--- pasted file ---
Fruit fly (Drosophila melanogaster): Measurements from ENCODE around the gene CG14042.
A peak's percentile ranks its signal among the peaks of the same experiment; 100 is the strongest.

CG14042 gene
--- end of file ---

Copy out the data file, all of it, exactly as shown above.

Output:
Fruit fly (Drosophila melanogaster): Measurements from ENCODE around the gene CG14042.
A peak's percentile ranks its signal among the peaks of the same experiment; 100 is the strongest.

CG14042 gene